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In 2010, the United Kingdom issued the world’s first stewardship code. Since then, stewardship codes have been issued in many of the world’s leading economies and now exist in 20 jurisdictions on six continents, with more jurisdictions considering adopting them. In the UK, stewardship codes were promised to transform rationally passive institutional investors into actively engaged shareholders to prevent another Global Financial Crisis. More recently, the new 2020 UK Code has been promoted as a mechanism to save the planet by incentivizing institutional investors to pressure listed companies to focus on ESG.

There is a vigorous debate and developed literature on whether the UK Code will achieve these goals. However, what has been lost in this debate is that outside of the UK/US it may not matter nearly as much if stewardship succeeds in changing the behavior of institutional investors. This is because, with the notable exception of the UK/US, institutional investors are collectively minority shareholders in most listed companies in almost every jurisdiction in the world. Moreover, in almost every jurisdiction, with the notable exception of the UK/US, most listed companies already have a rationally active – non-institutional – controlling shareholder as their “steward”. Why then have jurisdictions around the world adopted UK-style stewardship codes which are designed based on the assumption that institutional investors collectively control most listed companies?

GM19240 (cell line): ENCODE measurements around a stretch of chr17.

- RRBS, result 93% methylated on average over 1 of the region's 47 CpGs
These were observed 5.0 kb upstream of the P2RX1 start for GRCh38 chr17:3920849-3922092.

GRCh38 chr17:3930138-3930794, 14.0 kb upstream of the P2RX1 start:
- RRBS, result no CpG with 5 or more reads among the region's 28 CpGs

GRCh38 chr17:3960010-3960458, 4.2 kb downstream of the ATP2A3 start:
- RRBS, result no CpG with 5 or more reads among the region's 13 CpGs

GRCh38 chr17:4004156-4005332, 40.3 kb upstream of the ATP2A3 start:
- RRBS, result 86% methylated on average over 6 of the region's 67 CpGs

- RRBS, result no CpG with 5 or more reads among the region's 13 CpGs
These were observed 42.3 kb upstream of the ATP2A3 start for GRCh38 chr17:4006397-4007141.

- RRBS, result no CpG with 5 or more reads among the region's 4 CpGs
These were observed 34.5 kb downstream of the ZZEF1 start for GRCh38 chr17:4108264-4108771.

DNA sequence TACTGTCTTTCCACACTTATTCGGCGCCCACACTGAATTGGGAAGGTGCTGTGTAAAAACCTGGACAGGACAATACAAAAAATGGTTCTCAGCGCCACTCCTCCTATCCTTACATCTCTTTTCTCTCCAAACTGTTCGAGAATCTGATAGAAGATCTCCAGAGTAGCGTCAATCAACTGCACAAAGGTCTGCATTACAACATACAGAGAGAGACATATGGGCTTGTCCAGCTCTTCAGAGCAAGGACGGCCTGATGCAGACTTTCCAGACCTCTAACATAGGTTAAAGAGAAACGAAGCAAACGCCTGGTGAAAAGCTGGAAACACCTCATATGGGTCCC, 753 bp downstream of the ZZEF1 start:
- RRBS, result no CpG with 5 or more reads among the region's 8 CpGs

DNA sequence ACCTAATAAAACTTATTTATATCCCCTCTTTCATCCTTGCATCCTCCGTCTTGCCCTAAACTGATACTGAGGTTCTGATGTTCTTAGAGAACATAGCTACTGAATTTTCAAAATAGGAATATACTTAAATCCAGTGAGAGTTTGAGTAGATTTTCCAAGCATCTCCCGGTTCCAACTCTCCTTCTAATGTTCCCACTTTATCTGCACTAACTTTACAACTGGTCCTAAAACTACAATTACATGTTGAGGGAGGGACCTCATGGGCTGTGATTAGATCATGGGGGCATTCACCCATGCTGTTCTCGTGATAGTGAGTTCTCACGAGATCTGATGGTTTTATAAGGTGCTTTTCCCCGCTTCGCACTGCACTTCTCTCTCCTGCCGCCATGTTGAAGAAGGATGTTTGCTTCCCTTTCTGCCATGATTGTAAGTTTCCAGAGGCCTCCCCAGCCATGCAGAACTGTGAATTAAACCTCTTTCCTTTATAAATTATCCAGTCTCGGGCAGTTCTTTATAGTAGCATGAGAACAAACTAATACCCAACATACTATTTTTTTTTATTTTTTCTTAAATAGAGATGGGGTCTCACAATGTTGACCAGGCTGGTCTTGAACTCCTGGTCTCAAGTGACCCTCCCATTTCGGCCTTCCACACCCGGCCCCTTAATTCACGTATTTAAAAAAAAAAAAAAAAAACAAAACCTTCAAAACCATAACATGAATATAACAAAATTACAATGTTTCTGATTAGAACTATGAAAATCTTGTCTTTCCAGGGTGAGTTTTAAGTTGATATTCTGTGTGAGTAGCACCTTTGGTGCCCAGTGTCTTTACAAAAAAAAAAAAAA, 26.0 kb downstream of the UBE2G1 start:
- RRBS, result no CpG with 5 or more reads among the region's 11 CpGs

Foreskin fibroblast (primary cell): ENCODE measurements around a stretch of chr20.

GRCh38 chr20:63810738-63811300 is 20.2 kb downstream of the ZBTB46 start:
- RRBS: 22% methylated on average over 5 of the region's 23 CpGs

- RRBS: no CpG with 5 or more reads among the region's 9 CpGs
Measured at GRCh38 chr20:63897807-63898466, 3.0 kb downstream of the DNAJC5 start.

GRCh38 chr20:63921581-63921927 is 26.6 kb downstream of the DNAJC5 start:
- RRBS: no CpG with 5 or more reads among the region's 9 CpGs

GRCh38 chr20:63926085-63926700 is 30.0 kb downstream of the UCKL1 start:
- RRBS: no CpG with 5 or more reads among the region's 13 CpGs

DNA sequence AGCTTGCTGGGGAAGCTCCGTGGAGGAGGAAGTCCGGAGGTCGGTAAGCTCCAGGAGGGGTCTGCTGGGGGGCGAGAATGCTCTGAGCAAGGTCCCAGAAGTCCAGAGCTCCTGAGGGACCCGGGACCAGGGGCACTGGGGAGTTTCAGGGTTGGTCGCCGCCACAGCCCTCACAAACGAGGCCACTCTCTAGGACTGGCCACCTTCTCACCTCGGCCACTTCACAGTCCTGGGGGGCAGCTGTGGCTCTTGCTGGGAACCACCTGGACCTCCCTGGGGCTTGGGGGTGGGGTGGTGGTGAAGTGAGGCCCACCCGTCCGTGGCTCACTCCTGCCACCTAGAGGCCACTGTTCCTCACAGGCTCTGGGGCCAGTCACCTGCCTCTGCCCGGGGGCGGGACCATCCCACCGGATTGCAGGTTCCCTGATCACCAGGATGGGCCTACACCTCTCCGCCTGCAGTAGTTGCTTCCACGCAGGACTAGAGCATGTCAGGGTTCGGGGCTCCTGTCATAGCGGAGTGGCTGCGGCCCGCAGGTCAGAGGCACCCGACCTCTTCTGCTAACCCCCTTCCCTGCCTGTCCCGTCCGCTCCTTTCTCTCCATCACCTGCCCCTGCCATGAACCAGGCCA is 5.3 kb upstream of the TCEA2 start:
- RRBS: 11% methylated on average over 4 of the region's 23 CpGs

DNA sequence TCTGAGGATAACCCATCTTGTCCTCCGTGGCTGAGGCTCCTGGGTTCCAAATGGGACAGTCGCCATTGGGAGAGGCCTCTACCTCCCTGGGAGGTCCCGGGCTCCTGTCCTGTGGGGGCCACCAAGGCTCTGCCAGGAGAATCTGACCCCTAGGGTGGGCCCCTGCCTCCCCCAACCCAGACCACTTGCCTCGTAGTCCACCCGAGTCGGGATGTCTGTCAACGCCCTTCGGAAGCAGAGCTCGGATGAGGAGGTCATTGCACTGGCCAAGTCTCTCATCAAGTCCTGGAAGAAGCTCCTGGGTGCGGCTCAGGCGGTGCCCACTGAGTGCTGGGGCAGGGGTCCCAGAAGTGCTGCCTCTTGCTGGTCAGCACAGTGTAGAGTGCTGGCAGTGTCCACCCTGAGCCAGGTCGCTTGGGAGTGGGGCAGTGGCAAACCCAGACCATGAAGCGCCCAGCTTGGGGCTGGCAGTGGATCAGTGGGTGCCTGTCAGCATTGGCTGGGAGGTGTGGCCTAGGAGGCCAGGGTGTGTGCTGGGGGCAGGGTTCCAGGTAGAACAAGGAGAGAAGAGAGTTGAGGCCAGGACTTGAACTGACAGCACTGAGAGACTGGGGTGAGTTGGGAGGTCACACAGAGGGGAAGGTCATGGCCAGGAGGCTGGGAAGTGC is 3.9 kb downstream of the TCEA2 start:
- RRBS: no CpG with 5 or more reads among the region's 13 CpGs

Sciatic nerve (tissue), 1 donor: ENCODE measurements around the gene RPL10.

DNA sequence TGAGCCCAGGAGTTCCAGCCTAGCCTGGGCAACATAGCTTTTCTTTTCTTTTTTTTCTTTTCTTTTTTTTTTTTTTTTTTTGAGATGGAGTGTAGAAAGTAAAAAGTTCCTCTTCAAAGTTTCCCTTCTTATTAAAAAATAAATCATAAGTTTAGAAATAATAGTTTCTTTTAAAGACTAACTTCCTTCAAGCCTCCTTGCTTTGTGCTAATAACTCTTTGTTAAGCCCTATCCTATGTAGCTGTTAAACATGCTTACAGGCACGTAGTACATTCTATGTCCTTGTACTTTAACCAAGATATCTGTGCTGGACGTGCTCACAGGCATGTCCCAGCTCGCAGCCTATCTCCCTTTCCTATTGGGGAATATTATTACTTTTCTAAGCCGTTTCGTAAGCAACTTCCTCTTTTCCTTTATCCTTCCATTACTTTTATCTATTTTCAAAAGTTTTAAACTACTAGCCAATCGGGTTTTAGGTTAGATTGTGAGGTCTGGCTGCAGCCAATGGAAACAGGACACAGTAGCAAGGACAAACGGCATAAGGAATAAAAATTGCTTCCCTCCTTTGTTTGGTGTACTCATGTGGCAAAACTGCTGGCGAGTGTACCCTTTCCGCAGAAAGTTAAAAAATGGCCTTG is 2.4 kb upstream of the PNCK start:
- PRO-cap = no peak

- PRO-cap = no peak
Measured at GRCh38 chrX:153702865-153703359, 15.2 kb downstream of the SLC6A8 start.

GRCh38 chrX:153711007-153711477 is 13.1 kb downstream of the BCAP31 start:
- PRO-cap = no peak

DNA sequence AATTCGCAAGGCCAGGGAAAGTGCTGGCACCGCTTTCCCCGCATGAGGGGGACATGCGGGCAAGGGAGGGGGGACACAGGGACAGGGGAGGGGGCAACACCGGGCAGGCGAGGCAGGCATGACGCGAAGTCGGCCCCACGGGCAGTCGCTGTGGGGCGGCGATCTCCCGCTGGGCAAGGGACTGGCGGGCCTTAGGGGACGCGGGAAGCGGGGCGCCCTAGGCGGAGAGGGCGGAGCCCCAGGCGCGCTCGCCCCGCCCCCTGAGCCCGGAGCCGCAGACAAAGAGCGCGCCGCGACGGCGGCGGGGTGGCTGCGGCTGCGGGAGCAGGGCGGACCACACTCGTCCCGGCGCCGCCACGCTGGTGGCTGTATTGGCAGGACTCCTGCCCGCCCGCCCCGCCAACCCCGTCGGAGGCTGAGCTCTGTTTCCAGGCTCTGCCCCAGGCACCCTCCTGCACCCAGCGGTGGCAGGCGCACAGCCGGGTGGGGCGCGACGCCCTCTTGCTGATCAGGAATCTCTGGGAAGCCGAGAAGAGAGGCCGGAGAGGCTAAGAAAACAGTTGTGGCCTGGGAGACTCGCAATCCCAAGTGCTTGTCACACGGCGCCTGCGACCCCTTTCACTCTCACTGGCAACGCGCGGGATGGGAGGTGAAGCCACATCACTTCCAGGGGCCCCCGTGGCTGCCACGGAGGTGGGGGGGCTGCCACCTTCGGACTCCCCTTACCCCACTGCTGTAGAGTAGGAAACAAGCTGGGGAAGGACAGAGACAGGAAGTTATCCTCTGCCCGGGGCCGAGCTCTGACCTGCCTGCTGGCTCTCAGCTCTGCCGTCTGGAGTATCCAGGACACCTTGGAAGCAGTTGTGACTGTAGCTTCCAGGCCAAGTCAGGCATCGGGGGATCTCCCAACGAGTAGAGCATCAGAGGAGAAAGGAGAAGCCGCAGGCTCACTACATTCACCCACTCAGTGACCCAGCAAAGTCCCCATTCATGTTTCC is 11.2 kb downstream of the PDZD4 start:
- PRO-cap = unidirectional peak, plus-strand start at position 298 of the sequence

This Article answers this question by undertaking the first in-depth global comparative analysis of the curious transplant of UK-style stewardship codes into jurisdictions dominated by controlling shareholders and examines the role that stewardship plays in these jurisdictions. It does this by drawing on a unique collection of recent in-depth case studies on stewardship in 22 jurisdictions by leading corporate law experts, hand-collected data analyzing the content of every stewardship code that has ever been issued, and fresh hand-compiled data on shareholder ownership structures in listed companies around the world.  It reveals that stewardship has been coopted by governments and institutional investors to serve their own diverse purposes – a troubling trend which will likely be exacerbated post-Covid-19, when an authentic focus on an inclusive society and the environment will be more critical than ever.

Published in

American Journal of Comparative Law (Forthcoming)

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